A core technique for implementing least privilege is to place users with similar roles (such as all helpdesk admins or all HR staff) into an Active Directory security group and manage them together, rather than directly assigning permissions to each account in an ad-hoc fashion. This strategy simplifies the permissions structure, making it far easier to understand exactly what access each user has been granted and to empower data owners to regularly perform permissions review and attestation. Moreover, it help you keep rights up to date as new applications are deployed, individuals change roles within the organization, and so on.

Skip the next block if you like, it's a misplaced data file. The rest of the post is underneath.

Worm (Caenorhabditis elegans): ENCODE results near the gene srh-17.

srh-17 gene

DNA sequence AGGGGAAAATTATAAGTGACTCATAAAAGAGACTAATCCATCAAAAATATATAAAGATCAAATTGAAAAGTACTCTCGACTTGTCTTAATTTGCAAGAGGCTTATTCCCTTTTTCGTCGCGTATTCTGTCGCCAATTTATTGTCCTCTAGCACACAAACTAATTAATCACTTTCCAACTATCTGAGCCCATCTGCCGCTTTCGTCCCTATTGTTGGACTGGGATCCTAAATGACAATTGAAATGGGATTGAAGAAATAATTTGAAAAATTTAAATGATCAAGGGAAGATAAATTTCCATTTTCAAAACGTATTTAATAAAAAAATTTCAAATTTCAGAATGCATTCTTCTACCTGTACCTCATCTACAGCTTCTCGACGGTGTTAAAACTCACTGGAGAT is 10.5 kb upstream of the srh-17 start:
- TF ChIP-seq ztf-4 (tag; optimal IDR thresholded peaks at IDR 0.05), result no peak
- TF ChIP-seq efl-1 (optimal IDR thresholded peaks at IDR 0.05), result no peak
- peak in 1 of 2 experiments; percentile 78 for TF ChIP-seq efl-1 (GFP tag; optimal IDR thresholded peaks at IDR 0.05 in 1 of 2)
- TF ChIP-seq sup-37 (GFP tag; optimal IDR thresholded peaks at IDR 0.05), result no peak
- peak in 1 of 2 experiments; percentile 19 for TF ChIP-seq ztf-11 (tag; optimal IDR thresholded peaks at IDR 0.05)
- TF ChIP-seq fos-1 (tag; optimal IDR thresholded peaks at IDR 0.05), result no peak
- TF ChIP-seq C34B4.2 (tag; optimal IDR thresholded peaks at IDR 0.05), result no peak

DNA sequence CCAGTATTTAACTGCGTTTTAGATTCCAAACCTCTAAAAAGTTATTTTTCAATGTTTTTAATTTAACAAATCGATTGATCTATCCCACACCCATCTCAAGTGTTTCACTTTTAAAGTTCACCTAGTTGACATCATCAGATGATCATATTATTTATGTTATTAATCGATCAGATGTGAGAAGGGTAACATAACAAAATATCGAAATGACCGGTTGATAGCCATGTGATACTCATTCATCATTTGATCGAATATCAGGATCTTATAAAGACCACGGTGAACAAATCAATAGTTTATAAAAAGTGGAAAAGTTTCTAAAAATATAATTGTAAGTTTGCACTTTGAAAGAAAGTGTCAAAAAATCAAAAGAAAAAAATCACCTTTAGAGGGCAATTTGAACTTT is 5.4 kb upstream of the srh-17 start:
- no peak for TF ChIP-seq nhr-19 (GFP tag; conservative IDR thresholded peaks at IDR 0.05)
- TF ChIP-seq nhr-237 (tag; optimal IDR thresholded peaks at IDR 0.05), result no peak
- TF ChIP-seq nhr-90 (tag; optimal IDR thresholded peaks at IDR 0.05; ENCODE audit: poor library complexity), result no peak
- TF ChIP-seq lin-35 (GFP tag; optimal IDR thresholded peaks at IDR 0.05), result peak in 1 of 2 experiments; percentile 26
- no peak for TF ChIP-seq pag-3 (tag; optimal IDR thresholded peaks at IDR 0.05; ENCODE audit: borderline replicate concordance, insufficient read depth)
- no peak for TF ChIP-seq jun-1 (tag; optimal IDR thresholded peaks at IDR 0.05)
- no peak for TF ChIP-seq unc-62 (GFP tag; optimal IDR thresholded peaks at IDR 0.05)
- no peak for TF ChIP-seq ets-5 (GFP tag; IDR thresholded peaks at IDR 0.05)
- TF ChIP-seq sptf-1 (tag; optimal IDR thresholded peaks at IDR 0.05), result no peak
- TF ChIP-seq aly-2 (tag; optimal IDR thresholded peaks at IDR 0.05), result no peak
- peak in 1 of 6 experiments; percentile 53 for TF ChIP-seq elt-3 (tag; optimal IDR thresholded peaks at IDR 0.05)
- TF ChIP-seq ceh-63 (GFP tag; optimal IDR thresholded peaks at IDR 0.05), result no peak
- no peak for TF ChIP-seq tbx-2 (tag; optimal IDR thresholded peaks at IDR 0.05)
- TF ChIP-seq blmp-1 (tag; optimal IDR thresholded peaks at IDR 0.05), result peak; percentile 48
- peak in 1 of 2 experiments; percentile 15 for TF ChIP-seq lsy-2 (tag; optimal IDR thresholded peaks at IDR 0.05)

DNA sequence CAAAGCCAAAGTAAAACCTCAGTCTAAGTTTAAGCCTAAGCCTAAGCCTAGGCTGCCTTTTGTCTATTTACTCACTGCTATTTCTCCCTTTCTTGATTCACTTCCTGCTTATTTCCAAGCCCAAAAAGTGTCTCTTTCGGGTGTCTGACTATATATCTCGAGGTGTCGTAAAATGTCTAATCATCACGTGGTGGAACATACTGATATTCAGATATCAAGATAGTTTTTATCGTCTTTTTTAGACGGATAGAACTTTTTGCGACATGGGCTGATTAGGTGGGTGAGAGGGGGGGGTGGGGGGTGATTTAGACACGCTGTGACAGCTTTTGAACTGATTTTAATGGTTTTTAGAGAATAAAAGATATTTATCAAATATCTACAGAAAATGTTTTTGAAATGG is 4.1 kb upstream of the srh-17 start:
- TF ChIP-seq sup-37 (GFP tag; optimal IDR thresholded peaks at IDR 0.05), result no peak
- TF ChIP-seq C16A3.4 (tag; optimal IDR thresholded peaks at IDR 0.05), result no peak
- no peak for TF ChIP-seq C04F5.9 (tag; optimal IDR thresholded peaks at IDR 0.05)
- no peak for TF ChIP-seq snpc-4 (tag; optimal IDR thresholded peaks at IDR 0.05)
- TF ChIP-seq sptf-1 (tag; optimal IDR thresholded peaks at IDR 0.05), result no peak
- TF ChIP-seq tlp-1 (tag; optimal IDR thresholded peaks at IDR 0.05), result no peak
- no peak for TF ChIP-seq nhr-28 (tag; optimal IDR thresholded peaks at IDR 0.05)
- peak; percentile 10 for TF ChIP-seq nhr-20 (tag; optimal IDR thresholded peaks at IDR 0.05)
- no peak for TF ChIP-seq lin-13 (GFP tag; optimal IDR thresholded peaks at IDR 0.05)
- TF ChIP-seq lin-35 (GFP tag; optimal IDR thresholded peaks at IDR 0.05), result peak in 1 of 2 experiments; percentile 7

Don’t limit your attention to accounts assigned to individuals. Any IT environment also has service accounts, special user accounts that applications and services use log on and perform actions in your IT environment. All too often, service accounts have far more permissions than they actually need. Common reasons for this overprovisioning include blithely accepting the permissions requirements specified by the application vendor, failing to properly work through operational challenges, and simply cloning an existing service instead of creating a new one with the appropriate set of permissions. Taking the time to ensure that service accounts have only the permissions they actually need can dramatically reduce your attack surface area.
3. Pay special attention to highly privileged accounts.
Accounts that have access to sensitive systems and data require additional controls in addition to strict enforcement of least privilege to help secure your Active Directory. This includes both admin accounts and many service accounts: